Click to view image: '17c11383b90d-6a00e008c6b4e588340120a591f97a970b320pi.jpg'A federal judge on Tuesday sentenced former Democratic fund-raiser Norman Hsu to more than 24 years in prison for illegally funneling tens of thousands of dollars to U.S. political candidates and for his role in a Ponzi scheme.
The sentence of 292 months in prison, handed down in a U.S. District Court in Manhattan by Judge Victor Marrero, was less than the 30 years that the prosecution had requested.
Before Judge Marrero announced the sentence, Mr. Hsu quietly told him: "I know apologizing will not make things better for anyone, but I would still like to apologize to your Honor, and to everyone else."
Federal prosecutors said the apology was meaningless, arguing that Mr. Hsu wasn't as cooperative as he could have been.
Mr. Hsu's attorney, Alan Seidler, said his client wasn't surprised by the sentence. Mr. Seidler says his client intends to appeal, as Mr. Hsu disputes the amount of money lost to investors on which the sentence was calculated. Prosecutors have said that investors, collectively, lost at least $20 million.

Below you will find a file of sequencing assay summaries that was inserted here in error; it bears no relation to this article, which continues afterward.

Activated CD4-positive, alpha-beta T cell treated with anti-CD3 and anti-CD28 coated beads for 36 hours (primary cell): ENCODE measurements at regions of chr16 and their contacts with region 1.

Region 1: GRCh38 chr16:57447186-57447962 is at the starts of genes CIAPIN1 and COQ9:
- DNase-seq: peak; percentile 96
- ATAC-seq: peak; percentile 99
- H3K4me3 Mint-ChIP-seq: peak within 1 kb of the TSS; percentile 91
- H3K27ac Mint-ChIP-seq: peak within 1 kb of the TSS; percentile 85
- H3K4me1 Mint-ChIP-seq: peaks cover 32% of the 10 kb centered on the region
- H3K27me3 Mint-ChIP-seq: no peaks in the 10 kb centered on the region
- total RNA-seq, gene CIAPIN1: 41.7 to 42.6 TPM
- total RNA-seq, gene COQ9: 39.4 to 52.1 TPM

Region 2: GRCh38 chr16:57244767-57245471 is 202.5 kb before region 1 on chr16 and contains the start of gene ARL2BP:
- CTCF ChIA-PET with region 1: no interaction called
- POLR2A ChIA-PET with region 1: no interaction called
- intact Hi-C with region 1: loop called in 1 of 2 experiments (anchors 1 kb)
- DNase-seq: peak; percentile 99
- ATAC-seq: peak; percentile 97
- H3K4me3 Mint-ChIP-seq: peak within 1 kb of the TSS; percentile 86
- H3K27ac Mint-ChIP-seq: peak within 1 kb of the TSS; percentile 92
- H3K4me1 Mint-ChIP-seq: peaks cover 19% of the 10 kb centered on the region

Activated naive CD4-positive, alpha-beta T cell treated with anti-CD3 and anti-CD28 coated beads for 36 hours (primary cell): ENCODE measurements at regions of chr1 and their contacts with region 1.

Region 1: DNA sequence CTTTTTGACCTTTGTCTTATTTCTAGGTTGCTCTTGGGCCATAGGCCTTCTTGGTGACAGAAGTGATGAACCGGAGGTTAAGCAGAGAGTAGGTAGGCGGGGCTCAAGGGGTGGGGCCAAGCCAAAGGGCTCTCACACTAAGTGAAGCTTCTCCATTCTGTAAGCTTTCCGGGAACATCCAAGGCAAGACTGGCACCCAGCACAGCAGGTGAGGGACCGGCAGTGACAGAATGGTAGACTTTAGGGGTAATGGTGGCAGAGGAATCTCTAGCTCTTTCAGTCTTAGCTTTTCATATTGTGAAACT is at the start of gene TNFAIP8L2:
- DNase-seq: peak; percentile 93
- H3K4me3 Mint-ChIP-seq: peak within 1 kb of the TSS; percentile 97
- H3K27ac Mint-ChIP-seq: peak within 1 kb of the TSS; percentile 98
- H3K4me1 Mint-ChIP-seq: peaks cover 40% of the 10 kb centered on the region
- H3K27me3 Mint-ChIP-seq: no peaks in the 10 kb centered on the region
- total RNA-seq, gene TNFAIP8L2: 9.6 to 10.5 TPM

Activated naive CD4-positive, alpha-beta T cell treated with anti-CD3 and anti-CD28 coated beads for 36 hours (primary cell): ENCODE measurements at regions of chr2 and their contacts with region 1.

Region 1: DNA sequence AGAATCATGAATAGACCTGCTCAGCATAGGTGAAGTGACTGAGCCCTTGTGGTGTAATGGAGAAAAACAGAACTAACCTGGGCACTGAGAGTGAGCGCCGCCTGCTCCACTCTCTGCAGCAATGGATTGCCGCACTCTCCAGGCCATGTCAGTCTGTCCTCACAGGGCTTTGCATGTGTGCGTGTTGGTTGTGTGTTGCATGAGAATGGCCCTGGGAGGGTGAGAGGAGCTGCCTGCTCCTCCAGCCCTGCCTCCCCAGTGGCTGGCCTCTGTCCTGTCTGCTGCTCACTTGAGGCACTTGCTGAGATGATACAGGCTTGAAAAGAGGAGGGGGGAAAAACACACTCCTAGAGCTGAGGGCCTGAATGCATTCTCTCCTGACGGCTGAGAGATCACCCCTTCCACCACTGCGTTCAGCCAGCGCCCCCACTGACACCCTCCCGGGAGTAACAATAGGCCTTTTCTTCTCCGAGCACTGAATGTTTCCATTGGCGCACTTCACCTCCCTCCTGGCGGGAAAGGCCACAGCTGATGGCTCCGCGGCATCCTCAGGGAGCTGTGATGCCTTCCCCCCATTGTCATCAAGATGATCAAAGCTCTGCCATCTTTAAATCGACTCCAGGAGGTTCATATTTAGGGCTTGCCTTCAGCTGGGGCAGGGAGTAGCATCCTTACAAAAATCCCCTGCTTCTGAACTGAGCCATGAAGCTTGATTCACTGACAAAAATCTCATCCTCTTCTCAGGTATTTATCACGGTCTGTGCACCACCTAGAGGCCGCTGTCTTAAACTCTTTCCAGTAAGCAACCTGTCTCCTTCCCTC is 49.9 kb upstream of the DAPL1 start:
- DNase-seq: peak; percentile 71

Mr. Hsu was convicted in May of illegally funneling tens of thousands of dollars to U.S. political candidates. Also in May, he pleaded guilty to charges related to a Ponzi scheme that prosecutors said raised at least $60 million and swindled investors out of at least $20 million.
Mr. Hsu rose from a relatively unknown businessman to a prominent fund-raiser who pulled in hundreds of thousands of dollars for Hillary Clinton and other politicians. However, that fund-raising proved to be his downfall after an August 2007 article in The Wall Street Journal raised questions about whether the contributions violated campaign-finance laws.
Prosecutors had alleged that Mr. Hsu pressured some investors in the Ponzi scheme between 2004 and 2007 to individually contribute thousands of dollars to candidates for president and Congress whom Mr. Hsu supported. Mr. Hsu illegally reimbursed some investors for making those contributions, skirting campaign-finance laws, prosecutors said.
In 2007, Mrs. Clinton's presidential campaign agreed to return $850,000 in funds raised through Mr. Hsu. During the May trial, the government introduced a voice-mail message of support to Mr. Hsu left by Mrs. Clinton. "What am I going to do with you, Norman? You are working so hard for me," Mrs. Clinton said. "I just don't even know what to say anymore. I've never seen anybody who has been more loyal and more effective and really just having greater success supporting someone than you."
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